There's a powerful family feel to the home, says Heinen, that inspires a special loyalty among the volunteers who come to work in the kitchen, read aloud to residents and take them to chapel or to doctor appointments.
But what truly separates St. Joseph's home from a typical care facility, Heinen believes, is the devotion of the Little Sisters of the Poor to the residents in their care.
And the sisters are at their finest, she adds, when residents are living out their final days at the home – as did Heinen's grandmother, and the mother of Wanda Vizcaino, who volunteered countless hours organizing the family fest.
As residents near the end, says Heinen, the sisters pray and keep vigil round the clock, in a ritual that they call "accompanying them to heaven."
For relatives who witness the vigil, it's a moving experience – whether or not the resident or family isCatholic. Heinen treasures the words of one late resident's son, who told her he "truly believes the Little Sisters prayed his mother to heaven."
But Sister Loretto insists that it's the other way around.
"We give our lives," she says in her rich Irish brogue. "But we get 100 percent back from [the residents]. We're so enriched by them.
"They'll pull us into heaven."
For information about volunteering, making a donation, or applying to live at St. Joseph's Home, call 288-6245 or visit http://littlesistersofthepoor.org
Henrico's Lewis Ginter Botanical Garden is one of only 20 gardens in North America nominated for USA Today’s “10Best Reader’s Choice” contest for Best Public Garden.
The 20 public gardens nominated are:
• Bloedel Reserve, Bainbridge Island, Wash.
• Brooklyn Botanic Garden, Brooklyn, New York
• Buthcart Gardens, Victoria, B.C.
• Callaway Gardens, Pine Mountain, Ga. > Read more.
Photo by Patty Kruszewski/Henrico Citizen 02/24/2014
The Fifth Annual Henrico Police Athletic League (PAL) Award Banquet, held Feb. 6 at The Cultural Arts Center at Glen Allen, honored HPAL’s top volunteers and employees, including Morgan Lewis, Youth of the Year; Dale Alexander, Volunteer of the Year; Lowell Thomas, Employee of the Year, and Victor Williams, Board Member of the Year. Also honored for their support were Jim and Christi Dowd of Richmond BMW and Josh Davis of Henrico County Public Schools Pupil Transportation.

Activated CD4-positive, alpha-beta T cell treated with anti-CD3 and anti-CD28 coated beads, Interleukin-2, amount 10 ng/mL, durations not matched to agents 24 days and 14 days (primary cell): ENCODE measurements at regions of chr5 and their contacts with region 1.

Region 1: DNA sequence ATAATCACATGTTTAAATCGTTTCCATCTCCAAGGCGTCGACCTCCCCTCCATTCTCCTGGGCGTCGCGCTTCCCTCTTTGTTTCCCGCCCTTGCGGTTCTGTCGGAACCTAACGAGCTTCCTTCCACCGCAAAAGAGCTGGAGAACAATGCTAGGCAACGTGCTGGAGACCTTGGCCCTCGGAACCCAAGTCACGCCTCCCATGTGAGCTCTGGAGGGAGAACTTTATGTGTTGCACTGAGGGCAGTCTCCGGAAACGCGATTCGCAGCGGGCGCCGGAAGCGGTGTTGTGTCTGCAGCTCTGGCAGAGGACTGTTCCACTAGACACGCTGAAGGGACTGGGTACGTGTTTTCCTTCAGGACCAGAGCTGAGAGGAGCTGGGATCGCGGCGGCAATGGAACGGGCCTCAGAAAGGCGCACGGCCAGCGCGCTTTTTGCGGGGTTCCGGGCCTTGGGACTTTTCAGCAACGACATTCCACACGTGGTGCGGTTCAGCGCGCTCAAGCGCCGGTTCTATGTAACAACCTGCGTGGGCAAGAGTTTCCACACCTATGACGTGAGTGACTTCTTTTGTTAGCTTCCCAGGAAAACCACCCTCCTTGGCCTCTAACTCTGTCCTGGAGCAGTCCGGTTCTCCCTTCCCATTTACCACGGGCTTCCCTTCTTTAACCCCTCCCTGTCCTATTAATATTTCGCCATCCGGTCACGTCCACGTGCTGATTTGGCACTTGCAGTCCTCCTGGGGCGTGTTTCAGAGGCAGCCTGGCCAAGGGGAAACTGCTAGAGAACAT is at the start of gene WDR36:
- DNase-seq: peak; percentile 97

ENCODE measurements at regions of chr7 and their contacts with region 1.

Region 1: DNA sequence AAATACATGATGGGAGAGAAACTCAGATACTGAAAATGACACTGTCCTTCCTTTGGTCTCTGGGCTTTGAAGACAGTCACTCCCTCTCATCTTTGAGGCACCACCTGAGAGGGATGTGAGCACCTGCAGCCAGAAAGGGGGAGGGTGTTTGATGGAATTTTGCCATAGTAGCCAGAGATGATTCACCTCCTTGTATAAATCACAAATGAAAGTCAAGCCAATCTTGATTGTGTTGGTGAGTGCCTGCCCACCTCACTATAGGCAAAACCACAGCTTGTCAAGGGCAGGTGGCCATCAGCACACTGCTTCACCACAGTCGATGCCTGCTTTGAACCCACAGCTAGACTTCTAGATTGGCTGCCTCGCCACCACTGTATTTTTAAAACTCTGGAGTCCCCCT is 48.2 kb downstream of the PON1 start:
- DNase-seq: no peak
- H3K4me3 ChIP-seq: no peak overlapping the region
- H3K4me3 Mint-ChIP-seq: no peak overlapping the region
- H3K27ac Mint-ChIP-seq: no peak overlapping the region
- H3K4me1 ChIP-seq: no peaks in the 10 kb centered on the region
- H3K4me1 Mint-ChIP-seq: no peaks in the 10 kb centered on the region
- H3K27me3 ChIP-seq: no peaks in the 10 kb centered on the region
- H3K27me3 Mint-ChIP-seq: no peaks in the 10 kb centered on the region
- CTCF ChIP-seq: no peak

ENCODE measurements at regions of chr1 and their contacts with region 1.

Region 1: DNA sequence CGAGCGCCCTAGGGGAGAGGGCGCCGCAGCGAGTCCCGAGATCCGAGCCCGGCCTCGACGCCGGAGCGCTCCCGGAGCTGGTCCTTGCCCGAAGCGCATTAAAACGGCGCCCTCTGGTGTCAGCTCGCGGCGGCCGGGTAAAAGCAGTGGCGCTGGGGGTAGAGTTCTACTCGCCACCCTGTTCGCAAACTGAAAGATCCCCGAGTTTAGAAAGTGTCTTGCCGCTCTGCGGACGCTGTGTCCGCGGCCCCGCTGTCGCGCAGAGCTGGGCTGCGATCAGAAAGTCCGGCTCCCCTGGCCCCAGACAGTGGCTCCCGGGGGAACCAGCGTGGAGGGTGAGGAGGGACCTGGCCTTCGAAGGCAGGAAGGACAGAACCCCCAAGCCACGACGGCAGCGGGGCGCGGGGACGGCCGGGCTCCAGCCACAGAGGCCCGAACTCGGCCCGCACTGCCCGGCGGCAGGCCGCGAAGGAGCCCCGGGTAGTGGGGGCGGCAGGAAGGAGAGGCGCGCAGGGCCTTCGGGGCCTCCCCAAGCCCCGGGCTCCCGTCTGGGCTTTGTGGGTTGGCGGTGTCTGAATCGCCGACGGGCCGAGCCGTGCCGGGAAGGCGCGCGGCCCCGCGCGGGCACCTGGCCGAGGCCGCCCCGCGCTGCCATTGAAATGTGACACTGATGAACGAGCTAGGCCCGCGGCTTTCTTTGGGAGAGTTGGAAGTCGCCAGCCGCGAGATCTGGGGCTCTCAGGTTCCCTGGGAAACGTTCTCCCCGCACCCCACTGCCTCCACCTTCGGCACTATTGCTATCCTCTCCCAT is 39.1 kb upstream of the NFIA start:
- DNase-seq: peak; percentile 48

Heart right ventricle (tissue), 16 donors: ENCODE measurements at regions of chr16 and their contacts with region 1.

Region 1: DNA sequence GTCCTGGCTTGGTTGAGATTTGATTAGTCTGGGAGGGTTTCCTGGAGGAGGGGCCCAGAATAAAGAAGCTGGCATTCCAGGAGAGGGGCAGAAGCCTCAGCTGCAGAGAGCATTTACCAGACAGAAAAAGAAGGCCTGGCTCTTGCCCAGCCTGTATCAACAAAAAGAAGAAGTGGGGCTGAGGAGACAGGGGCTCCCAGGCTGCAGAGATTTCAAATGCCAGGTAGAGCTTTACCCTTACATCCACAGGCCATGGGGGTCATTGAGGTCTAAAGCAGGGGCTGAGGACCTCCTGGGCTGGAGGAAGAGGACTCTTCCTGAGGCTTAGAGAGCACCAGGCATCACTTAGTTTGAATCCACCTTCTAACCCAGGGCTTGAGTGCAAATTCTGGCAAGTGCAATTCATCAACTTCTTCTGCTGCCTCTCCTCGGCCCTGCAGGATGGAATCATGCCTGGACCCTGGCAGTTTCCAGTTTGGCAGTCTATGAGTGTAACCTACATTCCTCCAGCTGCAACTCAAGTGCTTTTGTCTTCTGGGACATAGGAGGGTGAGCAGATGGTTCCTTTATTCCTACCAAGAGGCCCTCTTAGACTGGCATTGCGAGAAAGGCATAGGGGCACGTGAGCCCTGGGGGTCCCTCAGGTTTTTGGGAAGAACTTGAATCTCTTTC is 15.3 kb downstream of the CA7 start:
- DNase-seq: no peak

Keynote speaker for the banquet was Tim Hightower, a University of Richmond alumnus and former NFL running back. Hightower was introduced by Billy McMullen, former NFL player and a Henrico PAL board member. > Read more.
The Pocahontas Chapter of the National Society Daughters of the American Colonists, based in western Henrico, last year donated more than $1.3 million worth of manufacturers coupons to U.S. military personnel overseas. Throughout 2013, members and friends of the chapter clipped 952,349 manufacturers’ coupons valued at $1,350,630, which Program Chairman Carole Featherston shipped to U.S. military bases abroad. Military personnel can use the coupons when shopping in base stores.
The National Society Daughters of American Colonists is a women’s genealogical and patriotic society whose members are descended from a man or woman who rendered civil or military service in any of the American colonies prior to July 4, 1776. > Read more.
But animated South African film has its moments
You might have seen something called Khumba while clicking through a Redbox recently (or perhaps it was nestled in some hidden corner of a DVD sale shelf). And chances are, you passed it by without much of a thought. Makes sense; that goggle-eyed cartoon zebra on the cover (a zebra that’s dangerously close to becoming Madagascar copyright infringement) doesn’t inspire much confidence.
But when Khumba starts up, it looks nothing like you’d expect. The camera gazes across the savannah and the soundtrack swells with triumphant South African vocals. > Read more.
If you’re looking for a date night with someone special, Henrico is the place to be! Check out a classic 90s movie, “My Girl,” at Henrico Theatre; Circa, an innovative circus from Australia, will dazzle at the University of Richmond; and celebrate TGIF at Keagan’s Restaurant where the PJ Bottoms Band is performing. For all our top picks this weekend, click here! > Read more.
Abstract paintings of Inge Strack (pictured) are on display through March 9 at the Gumenick Family Gallery at The Cultural Arts Center at Glen Allen. Strack, a Chestefield painter of German origin, often paints in bold colors with a deep sense of emotion, focusing on brushstrokes, texture and form to find a balance. Strack’s painting is routed in the European tradition of expressionism but has found its own, unique language in following the American dream.
“I am not attempting to abstract the physical world," she said. "I draw my subject matter from inside of myself hoping to create a constant conversation between the viewer and the painting, especially since abstracts do not seem to answer but ask.” > Read more.
- More Henrico News